Journalist Nicky Hager believes New Zealand troops may have behaved in a similar way to Australian troops who are alleged to have committed unlawful killings in Afghanistan.
Australia's Defence Force Chief Angus Campbell announced yesterday that there is information to substantiate 23 incidents of alleged unlawful killing of 39 people by 25 special forces personnel in Afghanistan.
He said a four-year inquiry had found "credible information" supporting allegations of war crimes by the country's special forces.
Major General Paul Brereton's report also said junior soldiers were often required by their patrol commanders to shoot prisoners to get their first kill in a practice known as "blooding".
Hager, whose co-authored book Hit and Run led to the Operation Burnham inquiry, told Midday Report that the results of the Australian inquiry are disgusting. They paint a picture far worse than any Australian would imagine and probably mean that the Australian SAS should be closed down because it's got such a serious culture problem.
"But at the same I also feel impressed by Australia because it was the Australian military that bothered to investigate itself."
This country's army said today that no New Zealand soldiers are persons of interest as a result of the inquiry.
The SAS was in Afghanistan for several deployments between 2001 and 2012.
The chief of Army Major General John Boswell said the inquiry makes no recommendations about any New Zealanders.
However, Hagar said the army was just confirming that this country's forces weren't operating with the Australians during the time of the alleged atrocities.
"Anyone working in this field, including me, has heard a series of similarly ugly rumours, of guilty secrets inside our SAS just like they lasted for so long inside the Australian SAS just as guilty secrets.
"And they sit there waiting to be investigated in New Zealand as well. Unfortunately, we're going to have to face sooner or later something like what Australia is doing."
Asked if similar behaviour might be uncovered by an inquiry, he replied: "Yes, I do think that. What we had with Operation Burnham was just one incident and we all saw how hard it was to get the New Zealand Defence Force to admit they'd done anything wrong there which was that they never admitted they'd done anything wrong."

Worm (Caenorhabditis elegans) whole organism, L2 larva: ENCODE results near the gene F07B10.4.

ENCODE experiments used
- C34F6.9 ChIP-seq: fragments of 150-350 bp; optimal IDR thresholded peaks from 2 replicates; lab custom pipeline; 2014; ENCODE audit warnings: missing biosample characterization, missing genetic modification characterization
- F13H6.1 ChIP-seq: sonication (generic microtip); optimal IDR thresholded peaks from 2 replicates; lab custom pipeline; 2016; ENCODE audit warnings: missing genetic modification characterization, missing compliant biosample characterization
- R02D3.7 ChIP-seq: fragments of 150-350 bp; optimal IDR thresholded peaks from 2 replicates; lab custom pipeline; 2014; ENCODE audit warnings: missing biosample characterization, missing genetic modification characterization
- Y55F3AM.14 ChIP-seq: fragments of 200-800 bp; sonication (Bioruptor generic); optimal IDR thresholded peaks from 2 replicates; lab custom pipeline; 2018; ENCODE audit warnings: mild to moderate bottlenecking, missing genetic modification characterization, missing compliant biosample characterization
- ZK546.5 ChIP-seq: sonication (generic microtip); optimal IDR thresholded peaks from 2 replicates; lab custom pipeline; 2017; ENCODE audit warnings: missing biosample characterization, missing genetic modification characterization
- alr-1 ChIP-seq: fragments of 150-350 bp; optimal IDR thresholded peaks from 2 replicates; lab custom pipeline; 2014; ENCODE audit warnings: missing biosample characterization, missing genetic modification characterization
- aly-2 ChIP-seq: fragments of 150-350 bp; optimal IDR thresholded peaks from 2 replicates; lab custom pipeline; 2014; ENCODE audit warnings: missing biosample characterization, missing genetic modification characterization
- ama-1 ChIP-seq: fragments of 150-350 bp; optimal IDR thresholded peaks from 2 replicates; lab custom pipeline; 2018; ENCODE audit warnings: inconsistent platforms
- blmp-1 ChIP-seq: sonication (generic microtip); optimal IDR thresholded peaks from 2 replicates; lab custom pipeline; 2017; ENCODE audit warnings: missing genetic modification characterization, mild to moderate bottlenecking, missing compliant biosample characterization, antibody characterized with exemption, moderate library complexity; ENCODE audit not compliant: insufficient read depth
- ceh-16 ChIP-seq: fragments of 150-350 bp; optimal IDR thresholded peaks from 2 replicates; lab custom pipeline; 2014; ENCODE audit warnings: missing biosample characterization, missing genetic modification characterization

He said anyone in the New Zealand military knows they are always told to never speak up and they must close ranks.
The government needed to order the Defence Force to hold an immediate investigation.
"Just like Australia if you've got guilty secrets like this festering away you have to open it up. There needs to be a kind of a reconciliation, an investigation phase... that's the way you fix these things. You don't leave them as bad stuff at the heart of your bureaucracy. We're just waiting for people who've got the guts to do it now."
He said guilty secrets can't be kept if people speak up but up until now, the military "has kept a lid on it" in contrast to Australia where the Defence Force advertised for people to share their stories. If that started to happen, it would be inevitable that the government would need to act, Hager said.
Defence Minister Peeni Henare has not so far responded to RNZ's request for comment.
Hager's co-author identifies clear differences
Investigative journalist Jon Stephenson, the co-author of Hit and Run, told Morning Report there is a difference between the way Australian forces behaved and the conduct of New Zealand forces.
It's clear that for Operation Burnham the allegations concerned civilian casualties but they weren't deliberate. The New Zealand forces were involved in an action in Afghanistan that led to civilian casualties but they didn't intend for those people to die, Stephenson said.
"Whereas in the Australian case, there's a clear difference, in that they deliberately planned and carried out unlawful actions, alleged war crimes - shooting people who were in their custody and posed no threat or civilians."
Stephenson said it's important for us to consider if our troops had served as many rotations in the same high intensity conflict areas and had lost as many troops in conflicts as the Australians did whether such a culture might evolve.
He believes that NZ troops would not have resorted to this type of behaviour.
"I think there are significant cultural problems in the Australian military. They have got a very different attitude towards indigenous people than our troopers have. That's not to say that our forces have acted impeccably at all times, but I do think there are significant cultural differences, training differences between New Zealand and Australia."
With New Zealand's smaller numbers it was also easier to identify bad behaviour.